Educators

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If you have not read the previous articles in this series you may want to do so by visiting the first post, “J. Gresham Machen, France 1918, Part 1″ and then continue through the sequence of articles using the link at the end of each article. At eleven in the morning of the eleventh day […]

Joseph Ruggles Wilson opened his committee report about beneficiary education with the paragraph that follows. Note that beneficiary is used to describe what would currently be called scholarships or charitable stipends to help “poor and pious youth” obtain a divinity education. There never has been a time, in the history of the Presbyterian Church, when […]

In the summer of 1843, seminary professor Archibald Alexander made a lengthy trip by train from his residence on the campus of Princeton Theological Seminary to his place of birth in Lexington, Virginia. Alexander was a son of the Shenandoah Valley who spent many years of his life in Philadelphia and Princeton, New Jersey. His journey was […]

The surnames of Alexander, Miller, Hodge, and Warfield represent familiar  faculty from the history of Princeton Theological Seminary, but despite his having taught in the seminary for nearly thirty years, Alexander Taggart McGill is not very well known. He was born in Canonsburg, Pennsylvania, February 24, 1807, to his Scots-Irish parents, John, who was a weaver, […]

If you have not read the previous articles of this series you may want to do so by visiting the first part,  “J. Gresham Machen, France 1918, and then continue through the series by using the link at the end of each article. Having relocated to Paris following his escape from the advancing Germans at the […]

The cabin pictured is currently in Greenfield Village of the Henry Ford Museum in Dearborn, Michigan, where it was relocated from its original site. It is a typical small pioneer cabin with simple notched interlocking squared-log construction, an entrance door of simple boards, and a large fireplace for heating and cooking. In this cabin was […]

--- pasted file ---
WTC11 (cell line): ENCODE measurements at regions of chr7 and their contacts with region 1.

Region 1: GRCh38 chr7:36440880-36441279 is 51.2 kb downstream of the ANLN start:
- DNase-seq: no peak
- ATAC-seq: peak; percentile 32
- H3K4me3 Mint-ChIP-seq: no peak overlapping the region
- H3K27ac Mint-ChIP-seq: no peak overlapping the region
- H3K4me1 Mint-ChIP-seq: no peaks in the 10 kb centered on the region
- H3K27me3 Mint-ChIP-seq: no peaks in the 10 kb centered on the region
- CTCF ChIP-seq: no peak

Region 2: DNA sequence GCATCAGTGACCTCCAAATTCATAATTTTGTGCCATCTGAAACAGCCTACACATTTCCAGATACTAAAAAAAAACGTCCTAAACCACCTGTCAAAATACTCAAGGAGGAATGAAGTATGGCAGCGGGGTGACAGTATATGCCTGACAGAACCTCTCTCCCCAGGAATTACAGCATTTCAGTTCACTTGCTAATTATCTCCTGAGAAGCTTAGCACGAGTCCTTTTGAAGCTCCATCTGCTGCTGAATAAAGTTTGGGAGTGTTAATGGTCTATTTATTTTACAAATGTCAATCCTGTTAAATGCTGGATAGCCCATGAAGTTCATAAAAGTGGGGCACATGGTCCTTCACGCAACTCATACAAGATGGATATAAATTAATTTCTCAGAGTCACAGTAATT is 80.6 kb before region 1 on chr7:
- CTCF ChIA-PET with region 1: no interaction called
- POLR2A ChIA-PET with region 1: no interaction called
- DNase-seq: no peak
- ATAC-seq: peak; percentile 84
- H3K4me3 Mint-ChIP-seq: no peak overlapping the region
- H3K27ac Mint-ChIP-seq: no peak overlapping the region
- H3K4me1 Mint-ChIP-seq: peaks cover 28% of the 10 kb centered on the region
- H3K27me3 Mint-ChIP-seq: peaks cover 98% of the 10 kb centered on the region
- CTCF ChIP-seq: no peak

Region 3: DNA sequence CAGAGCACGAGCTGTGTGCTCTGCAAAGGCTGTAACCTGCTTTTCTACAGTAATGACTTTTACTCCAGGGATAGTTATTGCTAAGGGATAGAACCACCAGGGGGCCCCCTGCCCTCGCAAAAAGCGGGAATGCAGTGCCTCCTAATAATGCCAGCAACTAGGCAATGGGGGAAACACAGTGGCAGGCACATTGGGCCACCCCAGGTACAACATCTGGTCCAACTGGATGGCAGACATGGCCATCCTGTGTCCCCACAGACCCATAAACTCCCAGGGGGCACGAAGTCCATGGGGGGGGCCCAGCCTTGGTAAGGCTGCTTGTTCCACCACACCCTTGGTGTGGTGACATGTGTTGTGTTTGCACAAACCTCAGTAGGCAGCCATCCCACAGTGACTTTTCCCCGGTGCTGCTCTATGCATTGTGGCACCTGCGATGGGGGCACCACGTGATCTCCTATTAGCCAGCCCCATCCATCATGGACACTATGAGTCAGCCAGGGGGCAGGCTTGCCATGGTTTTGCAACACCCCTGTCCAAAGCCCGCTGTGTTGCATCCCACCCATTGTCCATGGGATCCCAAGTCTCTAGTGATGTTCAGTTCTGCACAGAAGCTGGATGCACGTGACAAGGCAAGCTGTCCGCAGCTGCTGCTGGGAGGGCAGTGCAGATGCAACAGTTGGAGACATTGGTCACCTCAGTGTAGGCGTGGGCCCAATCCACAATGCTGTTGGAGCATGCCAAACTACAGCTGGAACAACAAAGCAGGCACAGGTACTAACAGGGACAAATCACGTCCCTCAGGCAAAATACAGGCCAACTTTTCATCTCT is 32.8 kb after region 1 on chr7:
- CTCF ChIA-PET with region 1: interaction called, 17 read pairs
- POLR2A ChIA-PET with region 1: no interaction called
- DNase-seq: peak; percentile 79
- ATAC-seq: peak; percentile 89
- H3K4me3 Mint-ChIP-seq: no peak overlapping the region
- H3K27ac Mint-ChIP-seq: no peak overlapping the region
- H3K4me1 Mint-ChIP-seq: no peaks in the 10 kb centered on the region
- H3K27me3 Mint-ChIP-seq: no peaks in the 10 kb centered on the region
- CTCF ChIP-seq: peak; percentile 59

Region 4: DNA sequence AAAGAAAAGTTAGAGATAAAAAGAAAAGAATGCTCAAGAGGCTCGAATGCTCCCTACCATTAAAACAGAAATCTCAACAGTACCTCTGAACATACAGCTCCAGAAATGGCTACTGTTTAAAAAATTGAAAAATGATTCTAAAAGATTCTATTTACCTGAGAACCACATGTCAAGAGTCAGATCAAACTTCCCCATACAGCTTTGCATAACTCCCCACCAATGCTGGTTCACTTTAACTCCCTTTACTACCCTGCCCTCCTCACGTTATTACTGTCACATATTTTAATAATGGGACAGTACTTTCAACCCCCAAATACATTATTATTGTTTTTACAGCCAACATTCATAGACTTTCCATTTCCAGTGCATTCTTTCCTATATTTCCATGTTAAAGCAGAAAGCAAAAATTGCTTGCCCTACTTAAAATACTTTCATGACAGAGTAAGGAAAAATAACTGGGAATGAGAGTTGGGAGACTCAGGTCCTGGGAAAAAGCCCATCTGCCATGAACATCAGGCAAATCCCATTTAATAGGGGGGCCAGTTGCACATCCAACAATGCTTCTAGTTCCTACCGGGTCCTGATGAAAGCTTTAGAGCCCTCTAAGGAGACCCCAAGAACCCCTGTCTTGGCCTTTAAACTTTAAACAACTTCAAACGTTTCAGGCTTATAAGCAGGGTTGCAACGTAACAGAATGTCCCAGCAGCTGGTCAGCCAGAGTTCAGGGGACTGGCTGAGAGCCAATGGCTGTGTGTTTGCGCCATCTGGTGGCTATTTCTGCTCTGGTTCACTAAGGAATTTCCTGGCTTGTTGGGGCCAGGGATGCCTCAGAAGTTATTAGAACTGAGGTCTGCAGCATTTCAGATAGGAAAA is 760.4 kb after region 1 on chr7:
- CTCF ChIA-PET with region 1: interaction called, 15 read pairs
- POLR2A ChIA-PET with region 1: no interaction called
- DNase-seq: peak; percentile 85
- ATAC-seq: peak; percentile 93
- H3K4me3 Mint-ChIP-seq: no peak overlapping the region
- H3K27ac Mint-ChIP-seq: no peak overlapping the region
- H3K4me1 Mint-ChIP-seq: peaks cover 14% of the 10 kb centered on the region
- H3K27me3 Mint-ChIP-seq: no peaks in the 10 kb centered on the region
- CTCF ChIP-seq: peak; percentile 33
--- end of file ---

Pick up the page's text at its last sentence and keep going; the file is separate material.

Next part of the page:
James was born to James and Elizabeth Blythe in recently established Mecklenburg County, North Carolina, October 28, 1765. According to W. B. Sprague in Annals of the American Pulpit, young James was receiving a classical education in a local school at his father’s behest when he decided he did not care for some of the […]

If you have not read the previous articles of this series you may want to do so by visiting the first part,  “J. Gresham Machen, France 1918,” and then continuing through the succeeding parts using the links at their ends. After serving two-hundred-forty-nine cups of hot chocolate on Easter Sunday, the area around Machen’s hut was […]

A special service was held at five o’clock in the afternoon of Tuesday, May 5, 1885, on the campus of Union Theological Seminary to dedicate a memorial plaque honoring Rev. John Holt Rice, D.D. At the time, the seminary was located on the campus of Hampden-Sydney College, but it relocated in 1898 to Richmond where […]

Samuel Rhea was born to Capt. John F. and Jane Rhea Preston in Abington, Virginia, September 4, 1849. He began his college education at Emory and Henry College in Emory but finished his Bachelor of Arts degree at King College in scenic Bristol. King College was named for Presbyterian minister James King and was established […]

If you have not read the first part of this series you may want to do so by visiting “J. Gresham Machen, France 1918.” After landing at the dock in France following a long and uneventful journey, Machen was escorted along with his travelling companions by a YMCA man on a night train to Paris. […]

Ezra Stiles was born in Lebanon, Connecticut, June 13, 1786, to Rev. Zebulon and Sarah Ely. Zebulon tutored his son to prepare him for college at Yale which was the haven of New England theology. Following graduation from Yale he returned home for a period of theological studies with his father. Ezra was licensed to […]